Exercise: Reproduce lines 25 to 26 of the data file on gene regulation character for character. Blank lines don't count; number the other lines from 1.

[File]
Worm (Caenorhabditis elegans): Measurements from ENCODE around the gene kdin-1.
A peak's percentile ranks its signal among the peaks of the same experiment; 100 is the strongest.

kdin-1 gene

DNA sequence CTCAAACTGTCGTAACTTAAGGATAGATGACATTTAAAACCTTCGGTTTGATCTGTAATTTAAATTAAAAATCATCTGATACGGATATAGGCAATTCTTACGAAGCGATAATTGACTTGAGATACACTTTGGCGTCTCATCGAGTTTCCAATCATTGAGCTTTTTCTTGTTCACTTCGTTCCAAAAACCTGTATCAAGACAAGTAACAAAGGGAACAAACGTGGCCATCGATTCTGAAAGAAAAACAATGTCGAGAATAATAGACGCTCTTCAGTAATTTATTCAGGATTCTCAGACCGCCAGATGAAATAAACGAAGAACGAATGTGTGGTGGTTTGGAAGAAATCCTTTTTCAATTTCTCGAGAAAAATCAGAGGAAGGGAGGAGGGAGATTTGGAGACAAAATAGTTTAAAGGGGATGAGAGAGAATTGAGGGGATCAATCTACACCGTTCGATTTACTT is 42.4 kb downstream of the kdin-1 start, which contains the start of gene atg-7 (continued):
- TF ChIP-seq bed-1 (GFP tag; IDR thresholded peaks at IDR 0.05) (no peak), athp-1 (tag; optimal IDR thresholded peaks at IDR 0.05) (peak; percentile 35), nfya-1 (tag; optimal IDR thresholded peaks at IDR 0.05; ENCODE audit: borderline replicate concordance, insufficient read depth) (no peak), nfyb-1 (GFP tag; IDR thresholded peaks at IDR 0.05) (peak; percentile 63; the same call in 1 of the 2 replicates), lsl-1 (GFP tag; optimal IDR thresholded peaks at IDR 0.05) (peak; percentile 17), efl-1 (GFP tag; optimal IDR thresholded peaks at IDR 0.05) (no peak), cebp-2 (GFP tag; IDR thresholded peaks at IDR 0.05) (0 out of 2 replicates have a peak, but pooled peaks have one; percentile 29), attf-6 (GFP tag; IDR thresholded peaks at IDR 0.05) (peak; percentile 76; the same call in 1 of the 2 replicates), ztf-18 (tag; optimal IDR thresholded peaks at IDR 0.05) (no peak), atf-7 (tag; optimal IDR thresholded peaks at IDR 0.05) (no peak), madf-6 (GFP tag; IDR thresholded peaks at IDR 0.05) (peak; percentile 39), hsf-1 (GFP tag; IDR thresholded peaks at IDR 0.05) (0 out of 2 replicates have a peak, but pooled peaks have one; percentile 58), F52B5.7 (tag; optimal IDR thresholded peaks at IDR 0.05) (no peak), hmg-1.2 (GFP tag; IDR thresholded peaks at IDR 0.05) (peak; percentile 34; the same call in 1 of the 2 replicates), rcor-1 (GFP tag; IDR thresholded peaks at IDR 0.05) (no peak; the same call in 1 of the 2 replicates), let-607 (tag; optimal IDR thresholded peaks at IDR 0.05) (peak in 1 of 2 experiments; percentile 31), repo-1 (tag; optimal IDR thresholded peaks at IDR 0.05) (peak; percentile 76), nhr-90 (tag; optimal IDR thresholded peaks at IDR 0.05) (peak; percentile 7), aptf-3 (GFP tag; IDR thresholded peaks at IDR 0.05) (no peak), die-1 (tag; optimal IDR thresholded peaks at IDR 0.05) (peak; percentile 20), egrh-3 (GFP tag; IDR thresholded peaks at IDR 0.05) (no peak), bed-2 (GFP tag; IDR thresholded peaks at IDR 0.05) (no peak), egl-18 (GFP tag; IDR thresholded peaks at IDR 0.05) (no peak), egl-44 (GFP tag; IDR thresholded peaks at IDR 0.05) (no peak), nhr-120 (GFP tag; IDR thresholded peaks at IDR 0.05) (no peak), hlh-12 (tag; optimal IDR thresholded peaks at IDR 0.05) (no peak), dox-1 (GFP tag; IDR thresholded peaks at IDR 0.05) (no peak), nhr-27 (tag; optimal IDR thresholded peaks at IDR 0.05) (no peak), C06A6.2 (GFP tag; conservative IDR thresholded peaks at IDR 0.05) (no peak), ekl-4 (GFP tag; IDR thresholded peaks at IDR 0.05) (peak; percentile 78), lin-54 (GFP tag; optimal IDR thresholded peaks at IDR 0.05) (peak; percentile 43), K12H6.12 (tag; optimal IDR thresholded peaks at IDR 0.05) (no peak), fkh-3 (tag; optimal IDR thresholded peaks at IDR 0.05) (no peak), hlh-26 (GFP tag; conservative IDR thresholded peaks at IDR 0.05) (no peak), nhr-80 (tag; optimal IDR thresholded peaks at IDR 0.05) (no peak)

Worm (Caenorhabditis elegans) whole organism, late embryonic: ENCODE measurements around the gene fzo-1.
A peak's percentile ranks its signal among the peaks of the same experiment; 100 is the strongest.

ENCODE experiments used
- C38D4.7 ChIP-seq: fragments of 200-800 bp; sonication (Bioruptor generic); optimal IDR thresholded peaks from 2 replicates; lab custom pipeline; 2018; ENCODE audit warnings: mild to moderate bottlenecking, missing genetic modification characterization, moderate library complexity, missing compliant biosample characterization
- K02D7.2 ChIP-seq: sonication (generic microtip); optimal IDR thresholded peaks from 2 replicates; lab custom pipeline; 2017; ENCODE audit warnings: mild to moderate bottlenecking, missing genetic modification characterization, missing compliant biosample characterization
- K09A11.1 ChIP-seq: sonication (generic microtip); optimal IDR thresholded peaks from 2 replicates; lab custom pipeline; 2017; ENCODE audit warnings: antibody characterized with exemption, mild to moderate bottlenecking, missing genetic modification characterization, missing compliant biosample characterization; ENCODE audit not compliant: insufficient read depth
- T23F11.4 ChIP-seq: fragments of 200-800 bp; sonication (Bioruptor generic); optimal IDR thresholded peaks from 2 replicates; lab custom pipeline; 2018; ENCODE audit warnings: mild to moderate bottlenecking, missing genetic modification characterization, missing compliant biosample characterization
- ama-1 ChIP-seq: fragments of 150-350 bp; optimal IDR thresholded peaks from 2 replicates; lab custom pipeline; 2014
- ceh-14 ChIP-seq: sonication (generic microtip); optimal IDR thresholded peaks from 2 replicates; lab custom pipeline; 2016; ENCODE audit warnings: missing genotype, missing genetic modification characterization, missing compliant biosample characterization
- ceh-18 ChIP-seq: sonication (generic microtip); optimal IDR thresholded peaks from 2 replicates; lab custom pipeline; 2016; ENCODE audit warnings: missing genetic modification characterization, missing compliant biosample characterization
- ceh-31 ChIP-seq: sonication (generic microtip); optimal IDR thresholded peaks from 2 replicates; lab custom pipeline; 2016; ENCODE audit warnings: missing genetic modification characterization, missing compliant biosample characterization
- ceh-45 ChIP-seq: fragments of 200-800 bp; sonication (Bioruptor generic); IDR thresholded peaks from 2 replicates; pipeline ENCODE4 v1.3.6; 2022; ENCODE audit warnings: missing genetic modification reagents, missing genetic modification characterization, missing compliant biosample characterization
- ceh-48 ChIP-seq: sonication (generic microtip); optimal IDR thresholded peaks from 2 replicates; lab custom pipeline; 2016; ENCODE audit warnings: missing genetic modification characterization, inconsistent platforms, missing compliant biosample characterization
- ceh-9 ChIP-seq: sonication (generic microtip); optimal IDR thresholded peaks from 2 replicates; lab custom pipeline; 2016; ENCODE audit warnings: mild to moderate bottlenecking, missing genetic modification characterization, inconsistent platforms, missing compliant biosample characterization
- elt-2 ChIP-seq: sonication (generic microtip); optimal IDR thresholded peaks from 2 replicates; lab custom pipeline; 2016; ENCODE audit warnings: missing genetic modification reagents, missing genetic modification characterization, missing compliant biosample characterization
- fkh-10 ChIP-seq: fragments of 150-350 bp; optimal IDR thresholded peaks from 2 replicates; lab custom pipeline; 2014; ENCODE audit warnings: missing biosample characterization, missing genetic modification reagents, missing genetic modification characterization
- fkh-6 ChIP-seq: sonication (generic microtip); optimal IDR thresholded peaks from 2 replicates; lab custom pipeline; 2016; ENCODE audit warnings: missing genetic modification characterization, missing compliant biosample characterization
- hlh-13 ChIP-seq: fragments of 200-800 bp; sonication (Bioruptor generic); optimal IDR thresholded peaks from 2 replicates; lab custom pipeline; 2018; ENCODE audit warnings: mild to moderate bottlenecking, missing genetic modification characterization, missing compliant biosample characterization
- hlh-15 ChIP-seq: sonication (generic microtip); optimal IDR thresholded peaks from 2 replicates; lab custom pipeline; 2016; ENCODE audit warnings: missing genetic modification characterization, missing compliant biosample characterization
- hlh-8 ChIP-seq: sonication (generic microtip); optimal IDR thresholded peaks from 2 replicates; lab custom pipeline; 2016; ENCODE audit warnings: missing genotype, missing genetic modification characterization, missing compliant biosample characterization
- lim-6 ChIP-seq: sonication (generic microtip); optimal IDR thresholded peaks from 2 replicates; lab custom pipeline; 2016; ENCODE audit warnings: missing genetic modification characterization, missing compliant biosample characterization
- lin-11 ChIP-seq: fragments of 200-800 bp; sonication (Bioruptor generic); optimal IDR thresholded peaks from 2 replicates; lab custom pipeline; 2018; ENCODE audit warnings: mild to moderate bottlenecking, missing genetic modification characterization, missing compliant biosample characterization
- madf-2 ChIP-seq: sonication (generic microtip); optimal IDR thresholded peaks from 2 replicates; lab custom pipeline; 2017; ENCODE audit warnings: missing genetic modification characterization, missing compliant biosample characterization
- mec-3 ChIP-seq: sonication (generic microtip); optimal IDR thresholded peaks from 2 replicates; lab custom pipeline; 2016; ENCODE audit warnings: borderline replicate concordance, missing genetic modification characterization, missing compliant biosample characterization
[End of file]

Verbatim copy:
- hlh-8 ChIP-seq: sonication (generic microtip); optimal IDR thresholded peaks from 2 replicates; lab custom pipeline; 2016; ENCODE audit warnings: missing genotype, missing genetic modification characterization, missing compliant biosample characterization
- lim-6 ChIP-seq: sonication (generic microtip); optimal IDR thresholded peaks from 2 replicates; lab custom pipeline; 2016; ENCODE audit warnings: missing genetic modification characterization, missing compliant biosample characterization